FAQ: Challenge
FIRST® LEGO® LEAGUE

What is this years challenge?

We’re pushing FIRST® City forward and up into the skies – and shifting the way we think about our place in the galaxy. Check out the official game animation for the FIRST® Tech Challenge SKYSTONE season Presented by Qualcomm.

How are teams judged at competitions and what awards are there for FIRST® Tech Challenge teams participating?

At FIRST® Tech Challenge tournaments, there are three parts to the judging process:
1) interview with judges;
2) evaluation of performance during the tournament
3) evaluation of the engineering notebook.

Each team will have a ten to fifteen minute “fact-finding” interview with a panel of two or three judges. At the start of the interview, students will get a minimum of 5 minutes to present to the judges. After the Team’s five-minute presentation, the Judges will have the opportunity to ask questions about the Team, the Robot, outreach efforts, etc.

The judges’ interviews take place before any Qualification Matches so the entire team may be interviewed. When teams arrive at the tournament, the interview schedule should be included in the registration materials. Teams must know when they will be interviewed and arrive to the interview room early. Each team should have at least two student team representatives and the robot available; the entire team is encouraged to join
in. Mentors (no more than two) are welcome to watch the Judges’ Interview at most tournaments but cannot take part in the interview.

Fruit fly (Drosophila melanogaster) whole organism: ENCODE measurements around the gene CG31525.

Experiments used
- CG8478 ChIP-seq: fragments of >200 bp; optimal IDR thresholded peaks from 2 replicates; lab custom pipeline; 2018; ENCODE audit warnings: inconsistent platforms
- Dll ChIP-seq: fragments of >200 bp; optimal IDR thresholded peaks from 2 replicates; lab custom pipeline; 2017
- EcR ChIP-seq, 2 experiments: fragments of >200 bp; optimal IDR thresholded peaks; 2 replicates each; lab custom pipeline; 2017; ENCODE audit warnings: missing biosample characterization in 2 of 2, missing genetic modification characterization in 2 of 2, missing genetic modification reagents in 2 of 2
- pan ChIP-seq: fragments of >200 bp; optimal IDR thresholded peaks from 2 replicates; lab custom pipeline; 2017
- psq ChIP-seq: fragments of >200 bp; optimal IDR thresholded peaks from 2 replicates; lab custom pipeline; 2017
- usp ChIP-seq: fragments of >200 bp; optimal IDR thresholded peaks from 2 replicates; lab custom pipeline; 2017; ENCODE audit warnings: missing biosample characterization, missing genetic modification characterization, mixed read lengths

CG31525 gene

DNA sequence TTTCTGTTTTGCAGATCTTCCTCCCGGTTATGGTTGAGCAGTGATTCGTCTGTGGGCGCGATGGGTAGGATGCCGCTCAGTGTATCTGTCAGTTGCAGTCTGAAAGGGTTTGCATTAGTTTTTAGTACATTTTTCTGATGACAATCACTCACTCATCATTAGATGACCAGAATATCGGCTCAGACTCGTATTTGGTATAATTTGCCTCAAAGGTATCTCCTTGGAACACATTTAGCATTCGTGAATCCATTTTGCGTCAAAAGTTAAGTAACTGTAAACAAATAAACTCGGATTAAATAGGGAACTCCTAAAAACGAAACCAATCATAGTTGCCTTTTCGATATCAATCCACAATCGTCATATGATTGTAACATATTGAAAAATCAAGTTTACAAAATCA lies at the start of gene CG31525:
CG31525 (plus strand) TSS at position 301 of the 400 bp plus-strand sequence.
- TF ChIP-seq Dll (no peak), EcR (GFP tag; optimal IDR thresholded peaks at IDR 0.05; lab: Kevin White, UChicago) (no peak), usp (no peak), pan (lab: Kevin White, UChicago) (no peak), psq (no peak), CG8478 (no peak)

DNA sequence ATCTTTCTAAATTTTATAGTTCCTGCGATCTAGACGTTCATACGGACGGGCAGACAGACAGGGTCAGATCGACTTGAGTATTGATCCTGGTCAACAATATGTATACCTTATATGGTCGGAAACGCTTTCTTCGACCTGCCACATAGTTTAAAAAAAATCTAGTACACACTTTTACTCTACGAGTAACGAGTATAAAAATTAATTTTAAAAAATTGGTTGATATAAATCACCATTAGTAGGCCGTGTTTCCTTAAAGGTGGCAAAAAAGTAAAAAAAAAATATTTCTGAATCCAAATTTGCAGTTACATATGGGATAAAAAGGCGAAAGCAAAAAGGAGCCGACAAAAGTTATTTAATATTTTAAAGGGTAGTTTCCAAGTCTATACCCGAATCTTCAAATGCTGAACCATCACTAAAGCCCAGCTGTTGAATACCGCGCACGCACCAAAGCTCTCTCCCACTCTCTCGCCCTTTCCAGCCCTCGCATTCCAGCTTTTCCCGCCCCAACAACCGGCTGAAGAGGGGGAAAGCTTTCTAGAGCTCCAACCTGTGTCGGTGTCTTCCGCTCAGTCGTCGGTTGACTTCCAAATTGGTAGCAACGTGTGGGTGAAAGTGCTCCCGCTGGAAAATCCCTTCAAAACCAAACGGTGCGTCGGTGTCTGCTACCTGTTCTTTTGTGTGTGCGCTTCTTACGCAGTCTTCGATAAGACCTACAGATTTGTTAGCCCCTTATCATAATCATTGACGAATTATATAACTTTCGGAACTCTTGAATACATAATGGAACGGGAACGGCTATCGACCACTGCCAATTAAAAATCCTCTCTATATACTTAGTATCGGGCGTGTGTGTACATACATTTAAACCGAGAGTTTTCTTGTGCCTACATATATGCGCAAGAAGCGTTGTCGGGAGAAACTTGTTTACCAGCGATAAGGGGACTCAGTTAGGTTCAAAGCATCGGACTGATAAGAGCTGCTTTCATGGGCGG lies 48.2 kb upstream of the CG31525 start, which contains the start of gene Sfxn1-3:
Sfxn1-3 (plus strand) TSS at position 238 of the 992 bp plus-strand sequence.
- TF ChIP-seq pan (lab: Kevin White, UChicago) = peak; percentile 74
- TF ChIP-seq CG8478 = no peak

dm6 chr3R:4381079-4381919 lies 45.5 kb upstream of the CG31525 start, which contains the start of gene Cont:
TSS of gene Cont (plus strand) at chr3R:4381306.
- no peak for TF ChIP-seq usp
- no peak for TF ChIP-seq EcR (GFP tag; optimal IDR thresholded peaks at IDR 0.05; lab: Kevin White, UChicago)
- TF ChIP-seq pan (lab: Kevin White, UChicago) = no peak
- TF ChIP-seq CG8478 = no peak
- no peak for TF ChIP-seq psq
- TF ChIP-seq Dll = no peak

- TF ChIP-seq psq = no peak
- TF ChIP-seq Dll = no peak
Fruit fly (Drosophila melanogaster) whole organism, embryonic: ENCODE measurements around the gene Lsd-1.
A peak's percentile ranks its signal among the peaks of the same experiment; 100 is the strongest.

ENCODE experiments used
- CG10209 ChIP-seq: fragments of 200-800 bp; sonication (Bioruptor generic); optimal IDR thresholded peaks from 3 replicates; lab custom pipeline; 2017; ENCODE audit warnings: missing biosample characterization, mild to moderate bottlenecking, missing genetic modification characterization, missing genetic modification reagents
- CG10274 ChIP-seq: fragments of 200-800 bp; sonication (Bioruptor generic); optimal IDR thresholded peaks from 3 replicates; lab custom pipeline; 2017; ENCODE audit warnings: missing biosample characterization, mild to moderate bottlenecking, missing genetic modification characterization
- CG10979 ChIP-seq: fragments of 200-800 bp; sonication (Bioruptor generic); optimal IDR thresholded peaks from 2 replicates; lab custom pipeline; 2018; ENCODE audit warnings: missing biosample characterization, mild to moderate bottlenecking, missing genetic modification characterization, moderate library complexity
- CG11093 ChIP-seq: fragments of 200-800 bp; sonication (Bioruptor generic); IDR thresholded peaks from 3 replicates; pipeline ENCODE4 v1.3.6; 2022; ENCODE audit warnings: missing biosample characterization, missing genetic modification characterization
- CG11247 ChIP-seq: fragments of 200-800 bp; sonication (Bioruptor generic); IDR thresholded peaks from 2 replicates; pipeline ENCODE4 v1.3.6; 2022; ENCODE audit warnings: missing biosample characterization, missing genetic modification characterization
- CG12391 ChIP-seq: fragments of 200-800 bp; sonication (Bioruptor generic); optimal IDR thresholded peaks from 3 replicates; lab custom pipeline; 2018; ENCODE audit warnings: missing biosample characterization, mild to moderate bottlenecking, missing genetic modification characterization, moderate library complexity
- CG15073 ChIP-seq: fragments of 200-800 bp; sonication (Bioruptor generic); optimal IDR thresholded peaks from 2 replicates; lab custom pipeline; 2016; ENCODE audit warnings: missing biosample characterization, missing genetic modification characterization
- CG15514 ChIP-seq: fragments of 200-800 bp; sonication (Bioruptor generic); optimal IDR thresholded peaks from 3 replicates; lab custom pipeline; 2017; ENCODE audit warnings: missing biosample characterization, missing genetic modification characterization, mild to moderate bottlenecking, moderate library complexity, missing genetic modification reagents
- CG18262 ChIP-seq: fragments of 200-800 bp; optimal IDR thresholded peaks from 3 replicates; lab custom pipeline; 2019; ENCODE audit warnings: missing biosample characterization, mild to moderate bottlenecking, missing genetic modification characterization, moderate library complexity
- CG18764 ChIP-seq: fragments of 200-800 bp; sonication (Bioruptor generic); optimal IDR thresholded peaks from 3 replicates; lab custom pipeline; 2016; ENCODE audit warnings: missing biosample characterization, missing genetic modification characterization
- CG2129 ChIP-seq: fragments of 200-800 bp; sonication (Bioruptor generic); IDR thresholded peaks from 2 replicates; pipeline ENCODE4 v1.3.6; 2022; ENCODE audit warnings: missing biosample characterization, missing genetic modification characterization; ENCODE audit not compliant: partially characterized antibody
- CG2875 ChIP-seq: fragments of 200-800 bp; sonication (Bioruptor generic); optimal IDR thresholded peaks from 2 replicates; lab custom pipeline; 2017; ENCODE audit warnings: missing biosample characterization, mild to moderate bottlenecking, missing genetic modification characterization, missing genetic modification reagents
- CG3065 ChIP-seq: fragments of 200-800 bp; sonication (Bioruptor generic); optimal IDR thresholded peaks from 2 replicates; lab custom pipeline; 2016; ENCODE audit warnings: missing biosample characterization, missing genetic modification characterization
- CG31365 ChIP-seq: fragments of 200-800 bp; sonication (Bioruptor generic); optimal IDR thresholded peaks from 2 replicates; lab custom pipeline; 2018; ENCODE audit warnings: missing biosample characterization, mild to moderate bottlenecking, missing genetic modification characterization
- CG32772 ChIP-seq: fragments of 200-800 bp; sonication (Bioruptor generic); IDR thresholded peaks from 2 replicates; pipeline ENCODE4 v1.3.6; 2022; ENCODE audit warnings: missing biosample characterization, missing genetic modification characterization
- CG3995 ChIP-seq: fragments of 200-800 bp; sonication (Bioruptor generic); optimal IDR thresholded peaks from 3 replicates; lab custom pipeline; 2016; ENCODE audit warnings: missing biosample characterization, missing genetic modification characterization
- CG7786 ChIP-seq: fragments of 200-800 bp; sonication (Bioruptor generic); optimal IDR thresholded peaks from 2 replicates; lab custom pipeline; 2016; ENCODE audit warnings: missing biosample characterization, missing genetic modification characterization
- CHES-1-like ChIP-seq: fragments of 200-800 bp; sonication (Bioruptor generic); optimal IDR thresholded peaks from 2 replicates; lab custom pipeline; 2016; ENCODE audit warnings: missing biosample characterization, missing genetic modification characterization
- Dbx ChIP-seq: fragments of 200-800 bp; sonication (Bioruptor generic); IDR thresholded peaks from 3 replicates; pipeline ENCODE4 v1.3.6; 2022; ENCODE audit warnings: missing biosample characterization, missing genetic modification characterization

Teams may not opt out of judges’ interviews. Teams may attend
their scheduled judges’ interviews if their robots have not passed inspection.

Here are additional resources for FTC Tournament judging.

What are the rules for participating in a FIRST® Tech Challenge event?

All official rules for the current season are in the Game & Season Manual released at Kickoff.

Here are the 2019 rules.

What is the FIRST® Tech Challenge?

Each September FIRST® our parent organization headquartered in New Hampshire, provides teams across the globe with a new challenge that focuses on real-world issues that scientists and engineers are facing today.

Students work together to design, build, and program their robots, preparing for the competition season that begins around November. Competition season can last through May or April depending on how far the team advances.

In addition to designing, building, and programming a robot for competition, teams will have to raise funds, design and maintain the team brand, and work to compete for specific awards. The students will also have to create an engineering notebook that documents their journey through the season.

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